NHL

So, there’s some kabuki movement in the NHL labor dispute. How silly is this.

Since the beginning, I’ve been for the owners. Not because I love the owners, but because I recognized that the current CBA was causing the players to receive abusively high salaries (like Bobby Holik) and causing too much movement and had absolutely destroyed the trade process from a player focussed process to a money process.

The counter-arguments from pro-labor commentators, like Larry Brooks yesterday, is that the teams that are suffering are the expansion teams Bettman added. What does that have to do with anything? The union isn’t going to agree to a contraction, is it? That would cause the loss of NHL jobs for potentially hundreds of their members, if the reduction went back to pre-Bettman levels.

Plus, the problem isn’t the bottom teams as much as it is the top ones, that feel they have to outbid each other to stay competitive (not that I’m against contraction).

The solution is, as it ever was, simple. The owners open their books. If they’re even close to being honest about their problems, then the players should agree to a cap based on a percentage.

You see, if the players really weren’t worried about contraction, they could say, fuck it let these teams go bankrupt, then they would be the ones making an impasse.

Also, don’t shed a tear for the players. They could easily start their own cooperative league, buy out the few players still under contract, and split their own profits. Why they don’t, I haven’t a clue. If they’re stupid enough to continue to play for the owners, then they have to make sure the owners stay in business.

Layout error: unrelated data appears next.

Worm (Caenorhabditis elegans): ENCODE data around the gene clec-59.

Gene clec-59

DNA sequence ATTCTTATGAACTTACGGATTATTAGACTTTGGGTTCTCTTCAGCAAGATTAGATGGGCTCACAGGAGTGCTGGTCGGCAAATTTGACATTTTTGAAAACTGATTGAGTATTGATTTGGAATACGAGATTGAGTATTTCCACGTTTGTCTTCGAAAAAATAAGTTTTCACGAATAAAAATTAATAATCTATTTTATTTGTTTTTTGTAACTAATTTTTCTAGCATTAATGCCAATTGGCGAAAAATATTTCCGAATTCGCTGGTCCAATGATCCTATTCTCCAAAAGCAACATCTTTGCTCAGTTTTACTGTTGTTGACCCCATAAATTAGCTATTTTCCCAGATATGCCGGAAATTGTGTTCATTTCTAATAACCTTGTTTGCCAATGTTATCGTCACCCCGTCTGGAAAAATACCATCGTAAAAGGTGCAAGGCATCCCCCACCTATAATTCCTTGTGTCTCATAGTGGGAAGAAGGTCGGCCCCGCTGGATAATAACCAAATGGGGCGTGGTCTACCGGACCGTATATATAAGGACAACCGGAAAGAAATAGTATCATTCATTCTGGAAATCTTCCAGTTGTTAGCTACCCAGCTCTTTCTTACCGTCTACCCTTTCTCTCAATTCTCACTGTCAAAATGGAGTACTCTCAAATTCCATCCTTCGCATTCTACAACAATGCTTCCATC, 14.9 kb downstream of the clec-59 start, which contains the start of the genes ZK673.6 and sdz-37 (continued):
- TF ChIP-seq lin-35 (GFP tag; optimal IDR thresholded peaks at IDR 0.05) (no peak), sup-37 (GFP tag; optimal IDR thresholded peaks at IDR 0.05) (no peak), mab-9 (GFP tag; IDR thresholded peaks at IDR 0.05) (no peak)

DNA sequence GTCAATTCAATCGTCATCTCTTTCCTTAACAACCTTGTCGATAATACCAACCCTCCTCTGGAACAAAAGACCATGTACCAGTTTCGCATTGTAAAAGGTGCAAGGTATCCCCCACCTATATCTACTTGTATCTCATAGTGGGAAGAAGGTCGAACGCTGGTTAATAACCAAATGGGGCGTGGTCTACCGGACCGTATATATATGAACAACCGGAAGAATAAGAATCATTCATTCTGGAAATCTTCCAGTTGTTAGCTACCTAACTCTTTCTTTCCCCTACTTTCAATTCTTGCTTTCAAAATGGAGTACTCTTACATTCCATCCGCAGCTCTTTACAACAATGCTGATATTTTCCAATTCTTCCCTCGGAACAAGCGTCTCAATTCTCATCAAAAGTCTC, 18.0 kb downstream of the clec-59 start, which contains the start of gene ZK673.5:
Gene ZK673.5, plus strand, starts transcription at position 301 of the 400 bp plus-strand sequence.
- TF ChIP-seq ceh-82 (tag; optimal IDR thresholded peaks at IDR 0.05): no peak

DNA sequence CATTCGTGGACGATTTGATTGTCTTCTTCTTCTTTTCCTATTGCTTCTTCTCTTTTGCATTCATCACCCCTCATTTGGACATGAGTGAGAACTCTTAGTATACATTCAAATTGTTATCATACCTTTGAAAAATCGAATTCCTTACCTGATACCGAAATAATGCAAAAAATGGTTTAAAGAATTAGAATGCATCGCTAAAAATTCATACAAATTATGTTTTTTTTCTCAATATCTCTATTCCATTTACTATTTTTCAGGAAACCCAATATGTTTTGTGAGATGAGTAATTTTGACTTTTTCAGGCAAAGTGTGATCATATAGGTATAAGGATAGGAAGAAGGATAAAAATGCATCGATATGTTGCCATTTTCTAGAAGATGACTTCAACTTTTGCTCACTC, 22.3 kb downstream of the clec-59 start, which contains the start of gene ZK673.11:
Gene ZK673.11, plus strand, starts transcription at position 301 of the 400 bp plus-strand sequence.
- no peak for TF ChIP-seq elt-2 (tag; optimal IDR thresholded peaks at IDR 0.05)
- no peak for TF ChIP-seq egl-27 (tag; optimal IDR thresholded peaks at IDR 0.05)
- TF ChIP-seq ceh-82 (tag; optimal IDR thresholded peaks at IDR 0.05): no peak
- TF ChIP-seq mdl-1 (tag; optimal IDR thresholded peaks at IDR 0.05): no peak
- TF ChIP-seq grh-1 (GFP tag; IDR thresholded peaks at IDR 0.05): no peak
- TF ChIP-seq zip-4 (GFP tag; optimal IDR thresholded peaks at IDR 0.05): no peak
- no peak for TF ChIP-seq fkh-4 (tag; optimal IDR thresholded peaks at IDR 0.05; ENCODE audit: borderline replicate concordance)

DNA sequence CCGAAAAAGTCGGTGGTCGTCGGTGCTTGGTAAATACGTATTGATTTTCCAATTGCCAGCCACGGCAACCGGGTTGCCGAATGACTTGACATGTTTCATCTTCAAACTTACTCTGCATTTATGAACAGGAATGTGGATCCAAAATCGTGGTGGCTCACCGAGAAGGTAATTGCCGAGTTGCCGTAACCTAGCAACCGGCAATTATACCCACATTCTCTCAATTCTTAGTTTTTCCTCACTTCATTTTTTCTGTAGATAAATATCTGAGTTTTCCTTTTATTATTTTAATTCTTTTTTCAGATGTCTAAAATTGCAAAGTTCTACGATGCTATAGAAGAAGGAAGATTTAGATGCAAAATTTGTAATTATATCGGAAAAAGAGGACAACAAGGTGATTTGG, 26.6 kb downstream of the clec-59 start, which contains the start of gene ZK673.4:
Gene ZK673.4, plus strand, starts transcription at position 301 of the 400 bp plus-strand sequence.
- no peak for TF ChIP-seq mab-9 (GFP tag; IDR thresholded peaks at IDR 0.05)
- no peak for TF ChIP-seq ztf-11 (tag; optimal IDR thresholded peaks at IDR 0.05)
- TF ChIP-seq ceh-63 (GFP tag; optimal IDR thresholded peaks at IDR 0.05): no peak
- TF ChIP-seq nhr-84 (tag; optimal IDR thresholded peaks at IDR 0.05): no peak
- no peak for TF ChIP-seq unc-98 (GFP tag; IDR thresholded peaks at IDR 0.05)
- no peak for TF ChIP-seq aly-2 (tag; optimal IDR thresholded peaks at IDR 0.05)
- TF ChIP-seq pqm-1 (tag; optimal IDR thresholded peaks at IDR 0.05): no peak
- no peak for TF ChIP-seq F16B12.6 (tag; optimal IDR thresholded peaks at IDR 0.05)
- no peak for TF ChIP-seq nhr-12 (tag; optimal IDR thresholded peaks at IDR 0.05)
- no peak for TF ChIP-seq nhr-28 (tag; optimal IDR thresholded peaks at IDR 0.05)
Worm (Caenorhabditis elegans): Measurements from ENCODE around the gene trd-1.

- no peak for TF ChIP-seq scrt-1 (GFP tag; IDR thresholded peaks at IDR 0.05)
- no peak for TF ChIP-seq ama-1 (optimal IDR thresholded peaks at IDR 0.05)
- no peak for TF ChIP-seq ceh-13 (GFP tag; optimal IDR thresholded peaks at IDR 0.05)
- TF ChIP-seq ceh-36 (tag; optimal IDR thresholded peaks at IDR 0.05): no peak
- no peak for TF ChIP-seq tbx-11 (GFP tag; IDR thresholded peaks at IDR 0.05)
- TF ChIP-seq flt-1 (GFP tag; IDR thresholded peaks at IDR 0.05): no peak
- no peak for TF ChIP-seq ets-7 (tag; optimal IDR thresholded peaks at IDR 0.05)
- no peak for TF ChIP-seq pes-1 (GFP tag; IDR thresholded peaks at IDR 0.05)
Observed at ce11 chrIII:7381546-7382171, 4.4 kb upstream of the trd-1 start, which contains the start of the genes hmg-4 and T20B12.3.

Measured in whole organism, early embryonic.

[UPDATE: Larry Brooks, the only pro-union author to set foot in the New York Post, (and only, I think, because taking a pro-union position somehow defends the Rangers) suggests today that the league fire Bettman. Yes! Fire him. Now, he’s gone. Tell me again how that fixes the fiscal situation or the talent pool dilution? It may keep it from getting worse, but it doesn’t fix it.

Put teams back in Winnipeg and Quebec City, put one in Hamilton and forget Nashville, Atlanta, and Carolina. Duh.

Oh, and the strong US dollar was a problem that cause a lot of these teams to move. The USD is down FORTY CENTS since 2003.

One thought on “NHL”

  1. I believe the LA Kings a big, although not traditional, market team that has had reasonable success recently let a skeptical fan, who is a financial analyst, examine their books. He found that they were indeed losing money.Another problem with the current system is that it lets big-market team feed off of the farm system success of small market teams. The Edmonton Oilers have drafted and traded well, if not for economics they could be an exciting team with Doug Weight, Bill Guerin, CuJo, Tom Poti etc. forming a strong core. The almighty dollar ahs sent all of those players to other teams.The other big problem the league faces is that goaltending has moved from an art to a science…….

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